PeatlandFire Issues discussed at UN FCCC CoP9 Peatlands and climate change: Carbon store or source? UNFCCC COP9 Side Event
6-8pm,2 December 2003, Milan, Italy Presented by the Global Environment Centre, Wildlife Habitat Canada and WetlandsInternational
Published: 9 December 2003
FaizalParish, Global Environment Centre, presented an overview on peatlands andclimate change. Parish noted that peatlands occur in 150 countries, and thatCanada and the Russian Federation have the largest extent of peatlands. He saidpeatlands are important for forestry and biodiversity and play an important rolein the global carbon cycle, as at least 550 billion tonnes of terrestrial carbonis stored in the peatlands system.
DavidCooper, UN Convention on Biological Diversity (CBD) Secretariat, said thatcertain climate change mitigation and adaptation measures could have negativeimpacts on biodiversity. He concluded that: there is a clear opportunity toimplement mutually beneficial activities; these opportunities are rarelyrealized because of lack of coordination at national and international levels;and there is a range of tools available to help future coordination efforts.
Ed Wiken,Wildlife Habitat Canada, noted that peatlands contribute to domestic as well asinternational wildlife conservation and biodiversity goals. He explained aCanadian model used to predict sensitivity to climate change, noting that severeand very severe effects will occur on peatlands in the mid-belt of Canada.
YusRusila Noor, Wetlands International Asia Pacific, explained why peatlands areimportant in Indonesia, noting their linkages to biodiversity, climate change,hydrology and sustainable livelihoods. He identified the threats to Indonesianpeat swamp forests such as conversion of land, drainage, fires andoverexploitation. Noor highlighted Indonesia’s community approaches toreplanting, the debt-for-peatlands rehabilitation-swap, training to preventforest fires and restoring hydrology.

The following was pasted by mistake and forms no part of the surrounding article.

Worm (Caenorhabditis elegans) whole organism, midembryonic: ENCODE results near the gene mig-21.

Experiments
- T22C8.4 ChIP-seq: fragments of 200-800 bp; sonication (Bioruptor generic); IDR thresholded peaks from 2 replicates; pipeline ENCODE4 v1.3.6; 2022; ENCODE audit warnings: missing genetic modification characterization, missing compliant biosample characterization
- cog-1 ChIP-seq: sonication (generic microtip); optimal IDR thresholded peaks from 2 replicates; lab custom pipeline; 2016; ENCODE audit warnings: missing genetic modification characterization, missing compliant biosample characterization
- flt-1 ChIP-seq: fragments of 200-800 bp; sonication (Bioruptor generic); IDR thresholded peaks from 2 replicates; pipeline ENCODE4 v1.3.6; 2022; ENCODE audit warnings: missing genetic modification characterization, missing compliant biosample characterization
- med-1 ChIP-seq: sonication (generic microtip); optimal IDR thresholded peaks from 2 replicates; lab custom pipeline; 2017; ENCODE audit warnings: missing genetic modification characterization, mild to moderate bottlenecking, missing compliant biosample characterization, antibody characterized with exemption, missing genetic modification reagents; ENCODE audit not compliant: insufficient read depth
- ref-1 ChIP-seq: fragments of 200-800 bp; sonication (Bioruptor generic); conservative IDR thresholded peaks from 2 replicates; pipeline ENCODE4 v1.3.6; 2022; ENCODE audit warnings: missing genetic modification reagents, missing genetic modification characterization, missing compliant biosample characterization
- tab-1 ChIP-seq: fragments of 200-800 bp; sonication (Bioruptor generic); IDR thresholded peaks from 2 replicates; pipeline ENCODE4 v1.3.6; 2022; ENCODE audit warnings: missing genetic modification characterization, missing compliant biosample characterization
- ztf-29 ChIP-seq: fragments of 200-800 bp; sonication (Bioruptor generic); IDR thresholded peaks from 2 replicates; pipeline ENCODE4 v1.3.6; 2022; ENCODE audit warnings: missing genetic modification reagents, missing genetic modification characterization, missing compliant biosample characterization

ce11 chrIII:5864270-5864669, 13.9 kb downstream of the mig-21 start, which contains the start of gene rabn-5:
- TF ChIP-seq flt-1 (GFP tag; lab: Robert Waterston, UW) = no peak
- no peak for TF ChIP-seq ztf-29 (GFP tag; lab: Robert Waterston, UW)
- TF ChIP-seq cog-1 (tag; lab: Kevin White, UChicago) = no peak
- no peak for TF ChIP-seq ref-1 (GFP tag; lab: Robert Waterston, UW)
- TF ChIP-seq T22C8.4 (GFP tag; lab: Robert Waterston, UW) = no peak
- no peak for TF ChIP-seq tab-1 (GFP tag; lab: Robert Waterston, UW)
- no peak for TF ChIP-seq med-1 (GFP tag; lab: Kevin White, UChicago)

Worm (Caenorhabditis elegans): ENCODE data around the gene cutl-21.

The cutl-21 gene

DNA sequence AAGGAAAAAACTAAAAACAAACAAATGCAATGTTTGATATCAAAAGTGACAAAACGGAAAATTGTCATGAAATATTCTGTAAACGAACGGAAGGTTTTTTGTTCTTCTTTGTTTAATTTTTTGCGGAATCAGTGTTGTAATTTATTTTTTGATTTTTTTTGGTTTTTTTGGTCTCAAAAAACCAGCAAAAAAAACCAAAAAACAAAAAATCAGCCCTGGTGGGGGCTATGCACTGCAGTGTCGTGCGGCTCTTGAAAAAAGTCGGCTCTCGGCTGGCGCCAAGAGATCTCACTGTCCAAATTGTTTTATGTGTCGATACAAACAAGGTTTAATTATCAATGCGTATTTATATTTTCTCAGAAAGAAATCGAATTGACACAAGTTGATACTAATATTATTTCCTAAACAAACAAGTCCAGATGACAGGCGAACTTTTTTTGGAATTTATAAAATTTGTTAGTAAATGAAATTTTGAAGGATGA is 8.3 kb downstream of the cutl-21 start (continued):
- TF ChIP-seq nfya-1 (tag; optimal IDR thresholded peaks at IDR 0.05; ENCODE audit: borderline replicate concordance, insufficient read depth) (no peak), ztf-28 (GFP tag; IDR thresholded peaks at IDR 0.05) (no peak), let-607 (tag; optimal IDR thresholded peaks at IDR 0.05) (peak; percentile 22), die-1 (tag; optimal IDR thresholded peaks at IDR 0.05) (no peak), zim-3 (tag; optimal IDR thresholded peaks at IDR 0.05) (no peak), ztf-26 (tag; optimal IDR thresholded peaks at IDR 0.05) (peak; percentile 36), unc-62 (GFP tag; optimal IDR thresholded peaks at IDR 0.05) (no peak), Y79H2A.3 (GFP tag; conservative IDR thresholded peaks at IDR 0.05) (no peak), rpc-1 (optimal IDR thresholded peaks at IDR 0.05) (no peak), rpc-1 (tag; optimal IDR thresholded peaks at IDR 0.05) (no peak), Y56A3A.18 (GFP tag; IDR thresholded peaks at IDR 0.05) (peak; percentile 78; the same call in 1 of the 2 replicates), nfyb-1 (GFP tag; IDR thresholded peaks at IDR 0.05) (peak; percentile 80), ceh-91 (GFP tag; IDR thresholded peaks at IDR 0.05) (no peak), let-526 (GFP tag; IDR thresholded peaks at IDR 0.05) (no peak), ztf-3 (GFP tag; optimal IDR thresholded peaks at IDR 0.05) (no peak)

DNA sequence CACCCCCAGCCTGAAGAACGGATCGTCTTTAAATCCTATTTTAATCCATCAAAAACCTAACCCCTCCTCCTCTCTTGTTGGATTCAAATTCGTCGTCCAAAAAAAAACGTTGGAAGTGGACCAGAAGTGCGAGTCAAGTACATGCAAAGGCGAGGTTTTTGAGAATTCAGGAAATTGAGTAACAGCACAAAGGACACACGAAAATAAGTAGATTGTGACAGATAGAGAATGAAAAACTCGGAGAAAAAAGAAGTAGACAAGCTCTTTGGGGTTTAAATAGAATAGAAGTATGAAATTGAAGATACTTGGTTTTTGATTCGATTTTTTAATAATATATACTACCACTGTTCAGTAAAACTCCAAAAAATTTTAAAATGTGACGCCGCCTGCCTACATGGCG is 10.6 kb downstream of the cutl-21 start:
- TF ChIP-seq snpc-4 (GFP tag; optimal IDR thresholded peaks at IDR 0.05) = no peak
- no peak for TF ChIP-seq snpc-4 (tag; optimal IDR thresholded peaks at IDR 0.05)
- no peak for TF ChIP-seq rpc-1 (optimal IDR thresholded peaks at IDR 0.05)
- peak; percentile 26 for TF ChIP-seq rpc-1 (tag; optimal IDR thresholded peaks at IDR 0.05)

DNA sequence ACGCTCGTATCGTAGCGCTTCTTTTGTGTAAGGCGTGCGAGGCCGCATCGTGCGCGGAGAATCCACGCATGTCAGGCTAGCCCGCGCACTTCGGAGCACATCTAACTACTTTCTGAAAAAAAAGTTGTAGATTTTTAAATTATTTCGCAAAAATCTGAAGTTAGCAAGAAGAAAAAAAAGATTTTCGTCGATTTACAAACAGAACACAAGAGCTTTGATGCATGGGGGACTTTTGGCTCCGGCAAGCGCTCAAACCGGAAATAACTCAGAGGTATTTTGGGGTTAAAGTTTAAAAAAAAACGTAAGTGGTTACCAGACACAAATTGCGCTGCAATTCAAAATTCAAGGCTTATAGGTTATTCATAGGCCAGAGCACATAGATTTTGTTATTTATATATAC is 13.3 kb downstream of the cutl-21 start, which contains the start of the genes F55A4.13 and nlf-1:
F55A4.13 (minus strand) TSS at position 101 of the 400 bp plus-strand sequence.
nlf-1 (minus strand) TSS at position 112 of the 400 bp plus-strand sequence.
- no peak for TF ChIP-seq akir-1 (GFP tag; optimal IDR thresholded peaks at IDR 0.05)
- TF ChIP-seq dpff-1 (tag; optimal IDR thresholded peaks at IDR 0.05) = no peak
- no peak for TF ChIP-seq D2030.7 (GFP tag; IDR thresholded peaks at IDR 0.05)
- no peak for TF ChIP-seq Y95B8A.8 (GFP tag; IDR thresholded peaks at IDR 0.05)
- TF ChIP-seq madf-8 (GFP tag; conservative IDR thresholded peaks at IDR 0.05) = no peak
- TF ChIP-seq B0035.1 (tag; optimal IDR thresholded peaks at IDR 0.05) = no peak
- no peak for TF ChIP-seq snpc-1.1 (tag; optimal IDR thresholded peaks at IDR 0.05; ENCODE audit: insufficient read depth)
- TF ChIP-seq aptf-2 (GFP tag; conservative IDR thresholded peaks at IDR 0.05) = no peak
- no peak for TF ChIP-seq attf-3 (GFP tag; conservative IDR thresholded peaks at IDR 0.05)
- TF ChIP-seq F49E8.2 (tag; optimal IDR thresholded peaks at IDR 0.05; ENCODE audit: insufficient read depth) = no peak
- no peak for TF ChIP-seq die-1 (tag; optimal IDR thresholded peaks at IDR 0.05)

TatianaMinayeva, Wetlands International Russia, discussed peatlands and climate changein the Russian Federation. Minayeva noted that the UNFCCC does not adequatelyconsider peatlands, and expressed hope that this gap would be addressed. Sheindicated that the Russian Federation has a high diversity of peatlands, andthat agriculture is the main cause of peatland loss. She said more informationon the integrative ecosystem management approach was needed in her country.
DavidLee, Global Environment Centre, noted the existing networks for disseminatingand discussing information on peatlands, the Southeast Asia Peat Network andPEAT-Portal. He expressed the hope that these networks would provide a platformfor discussion on peatlands and climate change issues. Lee said awareness couldbe enhanced by use of the internet, collaborative networking and theestablishment of an e-community to exchange information and promote peatlands.
Discussion:Participants discussed possible global activities on wetlands and climate change,ways to combat illegal logging at the local level, the need to quantify globalpeatland emissions and the importance of relating peatlands to COP-9 issues,including methodologies for emissions, good practice guidance and cooperationwith other conventions.
Note:The Microsoft power point presentations of the side event and other relateddocuments can be downloaded from the Peat-Portal. However, due to the large sizeof some presentations, we would have to edit them before making them availableon the portal. As for information on other side events reported, please visitEarth Negotiation Bulletin on the side at:
Followingthis side event, we will be also forming a discussion group on the issue ofpeatlands and climate change within the peat-portal, we welcome all members tobe a part of it. For further information, please contact:
DavidLee Technical Officer Global Environment Centre